Despite signs of gradual improvements in this industry, manufacturing jobs continue to decline as factories relocate to foreign countries with lower labor and material costs. As a result, labor unions have lost some of their strength to negotiate for better contracts and wages for manufacturing workers. Automation has also contributed to the continuing decrease in factory jobs. In continued efforts to cut labor costs and increase efficiency and productivity, manufacturers are replacing much of their labor force with robotics-based machinery. To remain competitive in global markets, many companies are striving to become even more automated, which will in turn eliminate even more jobs. While many assembly line jobs will disappear, the demand for engineers, who program, install, and maintain the automated machinery, should be strong.
Economists remain optimistic about the U.S. manufacturing industry, however, regardless of declines in this sector. According to the National Association of Manufacturers, U.S. manufacturers perform 63 percent of private sector research and development, driving more innovation than any other sector. Of the 4.6 million manufacturing jobs that were expected to become available between 2018 and 2028, an estimated 1.96 million would be new jobs created by natural growth, according to a 2018 report from Deloitte and The Manufacturers Institute, which noted that industry job openings had been experiencing double-digit growth since mid-2017.
The coronavirus pandemic, which began in Wuhan, China, in late 2019, had a tremendous impact on the U.S. manufacturing industry in 2020. Due to the business shutdowns early on in the pandemic, U.S. industrial production and factory orders experienced steep decline in April 2020, which was followed by little improvement. According to a Deloitte report, as of December 2020, the U.S. industrial production index stood at 105.7, which was a big drop from its pre-pandemic 110 level. Production and order levels were also still below 2019 levels by the end of 2020, but the decline has slowed. Employment levels in manufacturing had also dropped in 2020, with the lowest employment levels in April 2020 since 2010. Deloitte projects annual manufacturing growth levels for gross domestic product from 2020 through 2021 to be at a rate of 3.5 percent. The economy is expected to rebound due to the rollout of COVID-19 vaccine in 2021, which will contribute to growth in the manufacturing industry. The Institute for Supply Management forecasts a nearly 7 percent increase in revenue for U.S. manufacturers, with the majority of industry sectors, including computer and electronics products, having increases.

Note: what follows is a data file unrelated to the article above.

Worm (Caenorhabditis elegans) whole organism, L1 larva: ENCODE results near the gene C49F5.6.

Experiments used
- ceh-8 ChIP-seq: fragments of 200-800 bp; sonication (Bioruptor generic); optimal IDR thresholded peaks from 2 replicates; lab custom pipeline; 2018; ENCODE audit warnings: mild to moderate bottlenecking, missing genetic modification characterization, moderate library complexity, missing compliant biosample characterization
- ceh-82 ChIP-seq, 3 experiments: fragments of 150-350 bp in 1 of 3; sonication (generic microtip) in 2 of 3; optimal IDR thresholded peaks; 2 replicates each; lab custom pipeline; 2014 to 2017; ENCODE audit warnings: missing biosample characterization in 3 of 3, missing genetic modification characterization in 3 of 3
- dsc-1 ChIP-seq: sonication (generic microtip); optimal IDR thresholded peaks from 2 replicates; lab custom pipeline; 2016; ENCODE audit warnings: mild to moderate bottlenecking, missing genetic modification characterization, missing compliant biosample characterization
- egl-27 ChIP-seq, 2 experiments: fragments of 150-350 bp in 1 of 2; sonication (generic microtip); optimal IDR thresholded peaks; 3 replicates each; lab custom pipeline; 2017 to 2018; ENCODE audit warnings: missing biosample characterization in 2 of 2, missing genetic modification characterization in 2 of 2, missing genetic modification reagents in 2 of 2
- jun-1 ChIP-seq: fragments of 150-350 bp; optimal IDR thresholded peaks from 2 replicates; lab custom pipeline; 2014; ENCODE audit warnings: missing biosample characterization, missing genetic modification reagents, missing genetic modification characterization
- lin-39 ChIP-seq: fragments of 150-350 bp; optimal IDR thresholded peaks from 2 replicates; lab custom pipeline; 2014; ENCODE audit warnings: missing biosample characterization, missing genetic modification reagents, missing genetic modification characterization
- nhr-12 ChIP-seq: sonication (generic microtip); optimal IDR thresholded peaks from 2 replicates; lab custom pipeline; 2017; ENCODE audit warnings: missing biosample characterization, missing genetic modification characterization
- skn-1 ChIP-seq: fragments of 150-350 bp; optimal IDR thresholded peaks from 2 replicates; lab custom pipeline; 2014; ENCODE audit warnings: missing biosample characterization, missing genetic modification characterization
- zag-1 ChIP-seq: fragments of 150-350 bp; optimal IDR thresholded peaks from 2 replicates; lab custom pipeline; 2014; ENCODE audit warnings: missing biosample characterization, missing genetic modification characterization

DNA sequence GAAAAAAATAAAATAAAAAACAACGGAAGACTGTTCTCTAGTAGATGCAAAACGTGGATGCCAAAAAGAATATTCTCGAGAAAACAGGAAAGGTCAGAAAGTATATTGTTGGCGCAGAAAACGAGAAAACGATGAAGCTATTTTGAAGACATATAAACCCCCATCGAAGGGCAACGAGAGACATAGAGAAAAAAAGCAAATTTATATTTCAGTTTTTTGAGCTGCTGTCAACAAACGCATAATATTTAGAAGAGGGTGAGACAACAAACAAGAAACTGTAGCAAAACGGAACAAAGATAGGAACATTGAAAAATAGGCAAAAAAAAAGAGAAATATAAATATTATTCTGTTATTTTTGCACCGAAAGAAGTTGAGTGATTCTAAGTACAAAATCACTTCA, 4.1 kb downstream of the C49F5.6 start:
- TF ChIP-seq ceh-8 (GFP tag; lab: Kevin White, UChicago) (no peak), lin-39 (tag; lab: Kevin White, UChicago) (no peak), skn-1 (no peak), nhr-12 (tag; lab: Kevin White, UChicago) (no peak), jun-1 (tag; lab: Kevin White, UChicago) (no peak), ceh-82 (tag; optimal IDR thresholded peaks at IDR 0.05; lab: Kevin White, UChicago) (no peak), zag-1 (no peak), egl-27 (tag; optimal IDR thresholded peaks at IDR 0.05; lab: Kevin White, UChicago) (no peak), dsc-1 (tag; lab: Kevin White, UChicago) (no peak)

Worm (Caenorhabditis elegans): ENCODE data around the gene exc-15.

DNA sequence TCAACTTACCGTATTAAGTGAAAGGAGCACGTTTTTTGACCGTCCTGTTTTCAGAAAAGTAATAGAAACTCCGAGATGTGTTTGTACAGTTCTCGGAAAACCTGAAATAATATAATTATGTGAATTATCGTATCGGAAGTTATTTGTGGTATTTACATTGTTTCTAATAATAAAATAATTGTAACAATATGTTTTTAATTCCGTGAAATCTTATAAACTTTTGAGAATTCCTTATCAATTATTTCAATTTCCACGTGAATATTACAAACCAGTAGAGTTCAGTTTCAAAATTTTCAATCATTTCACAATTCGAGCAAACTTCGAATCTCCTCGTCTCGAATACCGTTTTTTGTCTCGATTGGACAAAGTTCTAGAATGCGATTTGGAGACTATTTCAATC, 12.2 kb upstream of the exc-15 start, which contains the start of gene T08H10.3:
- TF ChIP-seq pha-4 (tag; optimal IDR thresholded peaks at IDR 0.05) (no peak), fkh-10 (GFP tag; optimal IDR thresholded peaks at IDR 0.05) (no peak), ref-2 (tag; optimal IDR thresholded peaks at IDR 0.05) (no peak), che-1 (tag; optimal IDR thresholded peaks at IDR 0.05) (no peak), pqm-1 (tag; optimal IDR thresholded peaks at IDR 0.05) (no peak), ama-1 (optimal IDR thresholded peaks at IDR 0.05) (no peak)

However, Deloitte and The Manufacturers Institute also predicted a challenging environment in the years ahead. The key to remaining competitive in manufacturing will be innovation and access to talented workers. The ideal employee will need to be able to balance both hardware and software. More than half (2.4 million) of the open positions in 2028 could potentially go unfilled because of a widening skills gap. In 2018, an unprecedented 89 percent of global manufacturing executives agreed that a talent shortage existed in the United States' manufacturing sector. This was a 5 percent increase from 2015.
"The search for skilled talent—ranked as the No. 1 driver of manufacturing competitiveness by global manufacturing executives—appears to be at a critical level," Deloitte and The Manufacturers Institute noted. As manufacturing continues to be impacted by new advanced technologies, the need for workers with related skills appears to be more pressing than ever before.